One of the necessary oddities of these guns is that the right lock fires the lower (rifle) barrel via a steeply inclined striker. The left lock’s firing pin is more nearly horizontal. The front set trigger actuates the rifle barrel. Pushing the trigger forward engages the setting mechanism, allowing a hair-, or very light, trigger pull for precise aiming. The rear trigger fires the shotgun barrel in the conventional manner but has the added feature of being spring-loaded to prevent trigger slack or rattle.
#1. Peterlongo Combo- copy
The combination includes a 16 ga. barrel over a 8mm rifle barrel and a folding peep sight cleverly mounted in the tang.

This gun has another special mechanism for accurately shooting the rifle barrel: a sight that folds down flush into a recess in the top tang. This super-cool addition, lifted with the thumbnail at the extreme rear of the tang, pops into an upright position and is held firmly by spring tension.

The gun was built with a dark, reddish walnut stock with strong, even grain. It has a comfortably open pistol grip with a buffalo horn grip cap and a serrated horn buttplate. The stock dimensions are moderate, with 13-5/8” length of pull, 1-1/2” drop at comb and 2-5/8” drop at heel. The stock shows cast-off and toe-out and is comfortable to mount as either a shotgun or looking down the rifle sights. The checkering is about 25 lpi, has well-defined, beveled borders and provides a good gripping surface. The forend is secured with a Deeley-type pull-down latch and has an abbreviated Schnabel-type lip at its front. As with most Continental multi-barreled guns—shotgun, rifle or the various combinations—this one has a small pancake cheekpiece and sling swivels. It has a modest amount of quality engraving, more like finely cut English scroll than what we might consider Germanic.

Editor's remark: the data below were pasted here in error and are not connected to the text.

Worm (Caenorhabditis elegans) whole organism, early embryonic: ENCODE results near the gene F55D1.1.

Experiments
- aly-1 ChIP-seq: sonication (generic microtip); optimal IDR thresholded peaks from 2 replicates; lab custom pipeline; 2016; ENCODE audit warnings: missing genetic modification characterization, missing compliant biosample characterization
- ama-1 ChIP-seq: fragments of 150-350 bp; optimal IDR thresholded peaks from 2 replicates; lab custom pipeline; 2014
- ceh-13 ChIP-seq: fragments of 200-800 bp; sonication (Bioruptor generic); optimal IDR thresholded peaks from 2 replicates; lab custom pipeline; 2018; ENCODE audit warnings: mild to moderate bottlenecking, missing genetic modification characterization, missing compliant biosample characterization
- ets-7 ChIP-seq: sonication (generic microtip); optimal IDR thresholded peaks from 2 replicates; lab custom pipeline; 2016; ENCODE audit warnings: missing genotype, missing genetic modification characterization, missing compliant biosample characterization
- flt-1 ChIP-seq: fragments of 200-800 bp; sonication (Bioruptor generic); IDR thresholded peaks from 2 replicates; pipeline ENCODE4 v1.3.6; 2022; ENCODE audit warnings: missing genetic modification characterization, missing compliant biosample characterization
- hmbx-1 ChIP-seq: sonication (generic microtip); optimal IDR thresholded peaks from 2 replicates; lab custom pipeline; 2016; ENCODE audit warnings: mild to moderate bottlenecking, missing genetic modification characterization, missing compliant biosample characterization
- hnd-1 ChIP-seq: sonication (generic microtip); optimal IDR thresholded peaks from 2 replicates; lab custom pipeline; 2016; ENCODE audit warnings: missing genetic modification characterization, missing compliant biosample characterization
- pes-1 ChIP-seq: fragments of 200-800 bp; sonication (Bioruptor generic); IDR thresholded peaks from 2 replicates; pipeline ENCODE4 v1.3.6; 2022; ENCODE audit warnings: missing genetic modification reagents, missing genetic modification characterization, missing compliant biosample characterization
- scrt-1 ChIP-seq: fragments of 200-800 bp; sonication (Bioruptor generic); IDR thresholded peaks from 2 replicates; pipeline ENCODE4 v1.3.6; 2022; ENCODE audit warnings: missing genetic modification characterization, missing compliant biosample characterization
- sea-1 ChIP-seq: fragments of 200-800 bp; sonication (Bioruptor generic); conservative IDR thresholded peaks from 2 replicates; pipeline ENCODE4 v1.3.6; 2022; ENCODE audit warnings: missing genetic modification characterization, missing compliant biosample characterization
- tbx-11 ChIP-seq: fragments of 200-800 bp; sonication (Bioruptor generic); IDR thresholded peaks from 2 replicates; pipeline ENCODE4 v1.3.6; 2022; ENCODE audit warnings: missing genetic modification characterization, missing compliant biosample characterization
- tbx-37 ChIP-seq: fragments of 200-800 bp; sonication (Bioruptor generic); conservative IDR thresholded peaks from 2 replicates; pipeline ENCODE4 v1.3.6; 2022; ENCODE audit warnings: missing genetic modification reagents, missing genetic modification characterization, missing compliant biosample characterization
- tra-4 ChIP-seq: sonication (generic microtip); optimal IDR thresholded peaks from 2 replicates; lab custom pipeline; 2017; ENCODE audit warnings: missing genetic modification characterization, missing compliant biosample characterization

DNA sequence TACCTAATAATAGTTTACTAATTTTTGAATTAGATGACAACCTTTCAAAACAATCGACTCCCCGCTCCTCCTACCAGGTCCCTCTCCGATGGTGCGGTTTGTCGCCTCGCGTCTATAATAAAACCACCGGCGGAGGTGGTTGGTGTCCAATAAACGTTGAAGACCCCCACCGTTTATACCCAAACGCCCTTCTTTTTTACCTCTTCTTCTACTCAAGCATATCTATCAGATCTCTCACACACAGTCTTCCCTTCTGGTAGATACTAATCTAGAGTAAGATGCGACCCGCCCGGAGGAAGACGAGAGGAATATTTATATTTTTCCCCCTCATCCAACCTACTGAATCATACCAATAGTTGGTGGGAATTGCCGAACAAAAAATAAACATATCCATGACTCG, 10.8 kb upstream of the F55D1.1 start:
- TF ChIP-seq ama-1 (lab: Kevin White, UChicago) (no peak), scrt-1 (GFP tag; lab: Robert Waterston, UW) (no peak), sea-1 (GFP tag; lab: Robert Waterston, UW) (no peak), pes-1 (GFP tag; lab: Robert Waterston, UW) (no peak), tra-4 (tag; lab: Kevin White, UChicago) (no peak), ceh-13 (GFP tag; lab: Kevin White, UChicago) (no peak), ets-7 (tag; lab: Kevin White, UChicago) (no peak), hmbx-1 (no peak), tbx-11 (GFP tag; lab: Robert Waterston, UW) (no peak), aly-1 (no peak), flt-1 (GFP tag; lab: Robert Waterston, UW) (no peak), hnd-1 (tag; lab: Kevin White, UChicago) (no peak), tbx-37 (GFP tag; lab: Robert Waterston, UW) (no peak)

I am relatively well versed in foreign proof marks and have good reference material, but this gun really threw me. I counted more than a dozen different stampings on the bottom of the rifle barrel, with stamps obliterating stamps on the bottom of the barrels and bolsters, more on the side ribs and even more markings on the inside of the action. I could decipher the German eagle first proof, crown-over-U second proof and inspection, 16 in a circle for the shotgun barrel gauge, and NP for nitro proof. It also has the NPF of the Ferlach, Austria, proof house. I could not find a clear designation for the rifle bore or cartridge or the definitive date of manufacture marking that most German guns display. Believe me, I spent plenty of time trying to decipher the various and sundry marks, which mainly translate into “too much information!”

The complication with this gun is the rifle barrel, and it is a complication that is common to many firearms of this type: It is very difficult to determine the true cartridge that the barrel was chambered for. The gun has an 8mm rifle barrel, but the true bore diameter is .318” and not the .323” common to later 8mm Continental rifles. Even after doing a chamber cast (pouring molten metal into the rifle chamber to cast a facsimile that could be measured), the best guess I could come up with was the obsolete 8x46R (“rimmed”) Sauer cartridge. I have not yet been able to obtain any of these cartridges.
Cartridges of the World, Seventh Edition offers on the 8x46R Sauer: “This obsolete blackpowder cartridge was used in single-shot and combination guns. It is shown in post-WWII RWS catalogs as a discontinued number. It was popular in its day and rifles in this chambering are common.” This is an 8mm cartridge by bore measurement NOT an 8.15.

#4. Lock crop- copy
The locks are very finely crafted and designed with a tiny leaf on the end of the mainspring to actuate the hammer rebound.

While researching this gun, I also had a German-made Drilling in the shop that appeared to be chambered for 9.3x72R and discovered that there are two different bore sizes for that cartridge as well. Slugging the bore (expanding a lead slug into the rifle barrel) and making a chamber cast are imperative to determining the correct cartridges for most multi-barreled guns of this vintage.

Shooting the rifle barrel of the over/under combo gun will require either having brass cases made to fit the chamber or re-chambering to the more common 8x57R. Shooting the shotgun barrel will require the use of short shells and moderate- to low-pressure loads out of respect for the gun’s vintage.

As I said at the beginning, the gun handles very nicely and would be a pleasure to take afield. I know of a small patch of Yellowstone River bottomland close to my home where pheasant and whitetail deer coexist, and this would be a fun gun to hunt there. I also said collectors don’t need a reason to own a classically styled gun of sophisticated manufacture with intriguing mechanisms. Mr. Peterlongo built all of that into this combination gun and did it well.